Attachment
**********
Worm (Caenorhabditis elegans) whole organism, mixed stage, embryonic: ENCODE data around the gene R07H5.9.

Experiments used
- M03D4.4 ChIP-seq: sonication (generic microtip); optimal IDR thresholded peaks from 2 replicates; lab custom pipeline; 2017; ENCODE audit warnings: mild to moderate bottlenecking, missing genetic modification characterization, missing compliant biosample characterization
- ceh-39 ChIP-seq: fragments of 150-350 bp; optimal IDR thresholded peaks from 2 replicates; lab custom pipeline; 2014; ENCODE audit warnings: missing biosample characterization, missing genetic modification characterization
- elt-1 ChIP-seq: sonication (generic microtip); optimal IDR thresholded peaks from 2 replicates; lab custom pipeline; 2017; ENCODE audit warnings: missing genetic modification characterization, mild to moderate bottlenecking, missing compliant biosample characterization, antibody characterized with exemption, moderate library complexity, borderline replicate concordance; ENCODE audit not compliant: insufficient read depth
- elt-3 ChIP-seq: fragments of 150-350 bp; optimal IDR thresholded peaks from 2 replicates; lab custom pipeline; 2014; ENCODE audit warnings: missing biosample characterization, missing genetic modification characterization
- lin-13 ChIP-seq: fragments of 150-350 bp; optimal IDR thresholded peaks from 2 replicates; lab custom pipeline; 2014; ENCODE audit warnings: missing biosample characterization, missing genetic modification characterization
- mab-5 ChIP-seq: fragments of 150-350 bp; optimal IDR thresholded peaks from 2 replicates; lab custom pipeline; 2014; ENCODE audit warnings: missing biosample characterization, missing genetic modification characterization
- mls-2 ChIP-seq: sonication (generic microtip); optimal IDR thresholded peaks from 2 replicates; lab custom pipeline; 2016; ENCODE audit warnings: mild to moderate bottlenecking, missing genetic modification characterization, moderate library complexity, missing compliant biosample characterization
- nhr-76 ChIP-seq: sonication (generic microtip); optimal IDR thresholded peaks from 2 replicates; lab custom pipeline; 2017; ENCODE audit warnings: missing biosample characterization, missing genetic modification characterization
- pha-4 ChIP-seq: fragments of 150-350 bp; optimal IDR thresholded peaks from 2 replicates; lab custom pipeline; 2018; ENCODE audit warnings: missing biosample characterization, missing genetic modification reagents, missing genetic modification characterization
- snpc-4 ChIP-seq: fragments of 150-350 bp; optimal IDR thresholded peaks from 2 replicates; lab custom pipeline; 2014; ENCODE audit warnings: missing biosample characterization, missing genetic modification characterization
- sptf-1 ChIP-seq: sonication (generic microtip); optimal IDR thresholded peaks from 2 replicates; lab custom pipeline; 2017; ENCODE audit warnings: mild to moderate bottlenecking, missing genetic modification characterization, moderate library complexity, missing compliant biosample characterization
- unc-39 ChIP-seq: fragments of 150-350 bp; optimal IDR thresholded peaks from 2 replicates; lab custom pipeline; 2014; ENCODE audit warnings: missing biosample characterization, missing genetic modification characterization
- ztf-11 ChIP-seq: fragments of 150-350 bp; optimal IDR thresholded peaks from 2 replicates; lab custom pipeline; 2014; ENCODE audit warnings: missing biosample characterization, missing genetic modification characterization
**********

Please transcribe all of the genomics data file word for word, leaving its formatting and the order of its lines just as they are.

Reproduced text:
Worm (Caenorhabditis elegans) whole organism, mixed stage, embryonic: ENCODE data around the gene R07H5.9.

Experiments used
- M03D4.4 ChIP-seq: sonication (generic microtip); optimal IDR thresholded peaks from 2 replicates; lab custom pipeline; 2017; ENCODE audit warnings: mild to moderate bottlenecking, missing genetic modification characterization, missing compliant biosample characterization
- ceh-39 ChIP-seq: fragments of 150-350 bp; optimal IDR thresholded peaks from 2 replicates; lab custom pipeline; 2014; ENCODE audit warnings: missing biosample characterization, missing genetic modification characterization
- elt-1 ChIP-seq: sonication (generic microtip); optimal IDR thresholded peaks from 2 replicates; lab custom pipeline; 2017; ENCODE audit warnings: missing genetic modification characterization, mild to moderate bottlenecking, missing compliant biosample characterization, antibody characterized with exemption, moderate library complexity, borderline replicate concordance; ENCODE audit not compliant: insufficient read depth
- elt-3 ChIP-seq: fragments of 150-350 bp; optimal IDR thresholded peaks from 2 replicates; lab custom pipeline; 2014; ENCODE audit warnings: missing biosample characterization, missing genetic modification characterization
- lin-13 ChIP-seq: fragments of 150-350 bp; optimal IDR thresholded peaks from 2 replicates; lab custom pipeline; 2014; ENCODE audit warnings: missing biosample characterization, missing genetic modification characterization
- mab-5 ChIP-seq: fragments of 150-350 bp; optimal IDR thresholded peaks from 2 replicates; lab custom pipeline; 2014; ENCODE audit warnings: missing biosample characterization, missing genetic modification characterization
- mls-2 ChIP-seq: sonication (generic microtip); optimal IDR thresholded peaks from 2 replicates; lab custom pipeline; 2016; ENCODE audit warnings: mild to moderate bottlenecking, missing genetic modification characterization, moderate library complexity, missing compliant biosample characterization
- nhr-76 ChIP-seq: sonication (generic microtip); optimal IDR thresholded peaks from 2 replicates; lab custom pipeline; 2017; ENCODE audit warnings: missing biosample characterization, missing genetic modification characterization
- pha-4 ChIP-seq: fragments of 150-350 bp; optimal IDR thresholded peaks from 2 replicates; lab custom pipeline; 2018; ENCODE audit warnings: missing biosample characterization, missing genetic modification reagents, missing genetic modification characterization
- snpc-4 ChIP-seq: fragments of 150-350 bp; optimal IDR thresholded peaks from 2 replicates; lab custom pipeline; 2014; ENCODE audit warnings: missing biosample characterization, missing genetic modification characterization
- sptf-1 ChIP-seq: sonication (generic microtip); optimal IDR thresholded peaks from 2 replicates; lab custom pipeline; 2017; ENCODE audit warnings: mild to moderate bottlenecking, missing genetic modification characterization, moderate library complexity, missing compliant biosample characterization
- unc-39 ChIP-seq: fragments of 150-350 bp; optimal IDR thresholded peaks from 2 replicates; lab custom pipeline; 2014; ENCODE audit warnings: missing biosample characterization, missing genetic modification characterization
- ztf-11 ChIP-seq: fragments of 150-350 bp; optimal IDR thresholded peaks from 2 replicates; lab custom pipeline; 2014; ENCODE audit warnings: missing biosample characterization, missing genetic modification characterization